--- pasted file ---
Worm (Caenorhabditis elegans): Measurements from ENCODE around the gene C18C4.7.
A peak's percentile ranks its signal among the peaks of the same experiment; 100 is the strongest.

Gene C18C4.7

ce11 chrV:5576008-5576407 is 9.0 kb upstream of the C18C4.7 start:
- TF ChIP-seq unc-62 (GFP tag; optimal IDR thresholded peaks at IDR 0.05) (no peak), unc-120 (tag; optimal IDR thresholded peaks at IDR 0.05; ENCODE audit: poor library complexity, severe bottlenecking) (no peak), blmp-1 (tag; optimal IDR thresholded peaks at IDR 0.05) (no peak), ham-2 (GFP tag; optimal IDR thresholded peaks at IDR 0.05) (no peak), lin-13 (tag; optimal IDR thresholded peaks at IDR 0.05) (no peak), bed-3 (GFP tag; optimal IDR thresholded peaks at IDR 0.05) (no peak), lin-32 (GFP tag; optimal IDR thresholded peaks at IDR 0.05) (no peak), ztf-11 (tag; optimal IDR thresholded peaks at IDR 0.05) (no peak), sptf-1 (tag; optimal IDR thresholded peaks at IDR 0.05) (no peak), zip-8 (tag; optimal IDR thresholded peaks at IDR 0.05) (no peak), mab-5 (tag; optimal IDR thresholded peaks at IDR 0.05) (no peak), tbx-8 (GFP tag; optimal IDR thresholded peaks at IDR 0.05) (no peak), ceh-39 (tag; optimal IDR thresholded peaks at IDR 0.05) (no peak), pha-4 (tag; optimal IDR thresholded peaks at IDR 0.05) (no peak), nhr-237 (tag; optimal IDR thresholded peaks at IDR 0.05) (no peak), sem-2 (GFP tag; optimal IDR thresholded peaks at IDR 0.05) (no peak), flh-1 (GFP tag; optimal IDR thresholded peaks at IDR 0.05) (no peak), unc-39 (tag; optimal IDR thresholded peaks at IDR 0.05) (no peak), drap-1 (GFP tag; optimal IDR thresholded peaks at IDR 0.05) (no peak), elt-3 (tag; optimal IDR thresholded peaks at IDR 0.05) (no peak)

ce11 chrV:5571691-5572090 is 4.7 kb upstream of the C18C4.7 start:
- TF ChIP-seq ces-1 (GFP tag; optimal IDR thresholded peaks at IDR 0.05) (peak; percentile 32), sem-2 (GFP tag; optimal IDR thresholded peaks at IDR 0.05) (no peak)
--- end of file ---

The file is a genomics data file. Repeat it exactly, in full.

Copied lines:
Worm (Caenorhabditis elegans): Measurements from ENCODE around the gene C18C4.7.
A peak's percentile ranks its signal among the peaks of the same experiment; 100 is the strongest.

Gene C18C4.7

ce11 chrV:5576008-5576407 is 9.0 kb upstream of the C18C4.7 start:
- TF ChIP-seq unc-62 (GFP tag; optimal IDR thresholded peaks at IDR 0.05) (no peak), unc-120 (tag; optimal IDR thresholded peaks at IDR 0.05; ENCODE audit: poor library complexity, severe bottlenecking) (no peak), blmp-1 (tag; optimal IDR thresholded peaks at IDR 0.05) (no peak), ham-2 (GFP tag; optimal IDR thresholded peaks at IDR 0.05) (no peak), lin-13 (tag; optimal IDR thresholded peaks at IDR 0.05) (no peak), bed-3 (GFP tag; optimal IDR thresholded peaks at IDR 0.05) (no peak), lin-32 (GFP tag; optimal IDR thresholded peaks at IDR 0.05) (no peak), ztf-11 (tag; optimal IDR thresholded peaks at IDR 0.05) (no peak), sptf-1 (tag; optimal IDR thresholded peaks at IDR 0.05) (no peak), zip-8 (tag; optimal IDR thresholded peaks at IDR 0.05) (no peak), mab-5 (tag; optimal IDR thresholded peaks at IDR 0.05) (no peak), tbx-8 (GFP tag; optimal IDR thresholded peaks at IDR 0.05) (no peak), ceh-39 (tag; optimal IDR thresholded peaks at IDR 0.05) (no peak), pha-4 (tag; optimal IDR thresholded peaks at IDR 0.05) (no peak), nhr-237 (tag; optimal IDR thresholded peaks at IDR 0.05) (no peak), sem-2 (GFP tag; optimal IDR thresholded peaks at IDR 0.05) (no peak), flh-1 (GFP tag; optimal IDR thresholded peaks at IDR 0.05) (no peak), unc-39 (tag; optimal IDR thresholded peaks at IDR 0.05) (no peak), drap-1 (GFP tag; optimal IDR thresholded peaks at IDR 0.05) (no peak), elt-3 (tag; optimal IDR thresholded peaks at IDR 0.05) (no peak)

ce11 chrV:5571691-5572090 is 4.7 kb upstream of the C18C4.7 start:
- TF ChIP-seq ces-1 (GFP tag; optimal IDR thresholded peaks at IDR 0.05) (peak; percentile 32), sem-2 (GFP tag; optimal IDR thresholded peaks at IDR 0.05) (no peak)